Demographic profile of veterans who smoke

Previous ABS analysis of the Smoker Status, Australia 2020–21 data set indicated that in 2020–21, around 11% of Australians aged 18 years and over were daily smokers, irrespective of whether they had ever served in the ADF (ABS 2021a).

To account for small cohort sizes and allow for more detailed analysis of smoking among Australia’s veteran community, this Smoking among Australia’s veterans 2020–21 report has combined current daily smokers with current non-daily smokers to form the ‘current smoker’ subpopulation discussed throughout the remainder of this report.

Data considerations

Data from Smoker Status, Australia 2020–21 presented on this page have been tested for significance at the 5% level using confidence intervals of the differences between two proportions, and comprehensive tables are available in Smoking among Australia’s veterans 2020–21: supplementary data tables – Table S1. For more information on the methodology used, see Technical notes.

While comparisons can be inferred from the information provided on this page, some differences between persons who have and have not served in the ADF are likely to be confounded by the older age structure of the ADF population, and comparisons should be used as a guide only. The results presented below have not been adjusted for age as the data could not meet requirements to do so, and readers should take this into consideration when interpreting the results. For more information, see Differences in age structures among ADF service status populations.

The unique nature of ADF service can enhance a person’s health and wellbeing; a phenomenon known as the 'healthy soldier effect'. Military personnel are generally physically and mentally fit, receive regular medical assessments, and have access to comprehensive medical and dental treatment as a condition of service. However, ADF service increases the likelihood of exposure to trauma (either directly or indirectly) and affects support networks, for example, separation from family during deployment (Daraganova et al. 2018; Lawrence-Wood et al. 2019). For more information, see Who is a Veteran?.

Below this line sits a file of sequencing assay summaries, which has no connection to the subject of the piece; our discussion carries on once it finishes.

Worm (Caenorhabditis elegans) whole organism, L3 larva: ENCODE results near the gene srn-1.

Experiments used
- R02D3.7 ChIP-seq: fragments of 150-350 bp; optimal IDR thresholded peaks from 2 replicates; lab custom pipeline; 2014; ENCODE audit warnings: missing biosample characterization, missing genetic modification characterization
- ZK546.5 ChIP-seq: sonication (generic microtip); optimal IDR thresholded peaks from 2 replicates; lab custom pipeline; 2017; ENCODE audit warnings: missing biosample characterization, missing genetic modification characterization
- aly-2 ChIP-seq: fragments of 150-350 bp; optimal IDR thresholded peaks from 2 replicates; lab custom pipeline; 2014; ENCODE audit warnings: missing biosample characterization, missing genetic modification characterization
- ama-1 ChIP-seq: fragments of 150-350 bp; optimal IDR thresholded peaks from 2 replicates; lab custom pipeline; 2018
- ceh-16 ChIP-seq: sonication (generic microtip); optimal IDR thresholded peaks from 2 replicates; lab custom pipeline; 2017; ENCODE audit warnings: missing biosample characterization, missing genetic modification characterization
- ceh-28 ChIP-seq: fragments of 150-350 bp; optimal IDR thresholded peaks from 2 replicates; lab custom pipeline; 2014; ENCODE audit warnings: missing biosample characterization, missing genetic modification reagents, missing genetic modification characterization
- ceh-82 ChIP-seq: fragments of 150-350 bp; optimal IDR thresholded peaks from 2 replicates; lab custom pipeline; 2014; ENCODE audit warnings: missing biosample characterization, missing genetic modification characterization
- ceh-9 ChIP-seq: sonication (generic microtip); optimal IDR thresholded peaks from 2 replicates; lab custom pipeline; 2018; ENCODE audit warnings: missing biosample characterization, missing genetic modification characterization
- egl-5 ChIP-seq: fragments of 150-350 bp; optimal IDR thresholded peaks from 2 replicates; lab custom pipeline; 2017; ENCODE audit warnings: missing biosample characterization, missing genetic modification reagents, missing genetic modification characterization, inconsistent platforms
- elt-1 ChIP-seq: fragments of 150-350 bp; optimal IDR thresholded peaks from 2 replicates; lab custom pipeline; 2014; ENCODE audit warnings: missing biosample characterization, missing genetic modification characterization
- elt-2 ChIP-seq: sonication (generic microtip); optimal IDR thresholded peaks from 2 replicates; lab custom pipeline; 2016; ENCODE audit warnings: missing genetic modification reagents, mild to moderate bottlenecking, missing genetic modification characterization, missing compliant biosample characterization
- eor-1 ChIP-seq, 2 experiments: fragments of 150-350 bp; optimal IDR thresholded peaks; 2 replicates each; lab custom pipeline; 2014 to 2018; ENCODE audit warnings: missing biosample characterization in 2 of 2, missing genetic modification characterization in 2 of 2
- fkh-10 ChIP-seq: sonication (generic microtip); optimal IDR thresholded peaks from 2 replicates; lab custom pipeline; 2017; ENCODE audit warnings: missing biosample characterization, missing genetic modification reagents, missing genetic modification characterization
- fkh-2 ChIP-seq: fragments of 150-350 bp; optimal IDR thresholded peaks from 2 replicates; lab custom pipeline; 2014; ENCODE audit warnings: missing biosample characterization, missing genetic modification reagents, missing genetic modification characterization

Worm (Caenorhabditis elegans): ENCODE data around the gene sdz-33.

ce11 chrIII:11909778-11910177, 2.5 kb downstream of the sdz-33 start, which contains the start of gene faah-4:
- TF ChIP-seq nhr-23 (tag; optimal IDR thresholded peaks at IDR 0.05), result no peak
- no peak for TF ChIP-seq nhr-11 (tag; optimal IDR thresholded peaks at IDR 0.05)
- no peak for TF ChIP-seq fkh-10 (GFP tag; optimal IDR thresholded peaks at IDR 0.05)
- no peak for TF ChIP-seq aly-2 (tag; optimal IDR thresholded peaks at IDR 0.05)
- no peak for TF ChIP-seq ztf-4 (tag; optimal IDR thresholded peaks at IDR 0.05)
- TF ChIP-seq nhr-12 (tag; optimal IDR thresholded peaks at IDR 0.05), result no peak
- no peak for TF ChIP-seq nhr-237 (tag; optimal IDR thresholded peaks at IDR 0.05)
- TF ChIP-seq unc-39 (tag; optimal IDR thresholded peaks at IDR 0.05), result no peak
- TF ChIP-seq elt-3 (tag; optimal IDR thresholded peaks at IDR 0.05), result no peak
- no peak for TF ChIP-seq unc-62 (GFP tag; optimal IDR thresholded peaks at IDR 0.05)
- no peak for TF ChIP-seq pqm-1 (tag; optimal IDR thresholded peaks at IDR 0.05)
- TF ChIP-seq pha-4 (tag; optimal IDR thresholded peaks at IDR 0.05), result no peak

AIHW analysis of the ABS Smoker Status, Australia 2020–21 data set indicated that in 2020-21 overall, an estimated 78,200 people who had ever served in the ADF were current smokers. Around 71,200 were male, and 7,000 were female (Figure 1). Of these:

  • males were more likely to be current smokers than females (13% compared with 6.7%). This pattern was observed across most age groups, irrespective of ADF service status. The exception to this was those aged 65 years and over who had never served in the ADF, where males and females were equally likely to smoke (7.5% compared with 6.3%, respectively).
  • among males, those aged 45–64 had the highest rate of current smoking of any age group (21%).
  • fewer than 1 in 10 (7.6%) males aged 18–44 were current smokers. This was 1.9 times lower than males of the same age group who had never served in the ADF (15%).

Rates of current smoking were the same between persons [1] who had ever served in the ADF, and persons [1] who had never served in the ADF (12% for both).

[1] Males and females combined

Figure 1: Current smoker status of males, by age and ADF service status, 2020–21

The bar charts show that rates of current smoking were similar between ADF service statuses, regardless of sex. Males aged 18 to 44 were less likely to smoke if they had ever served in the ADF.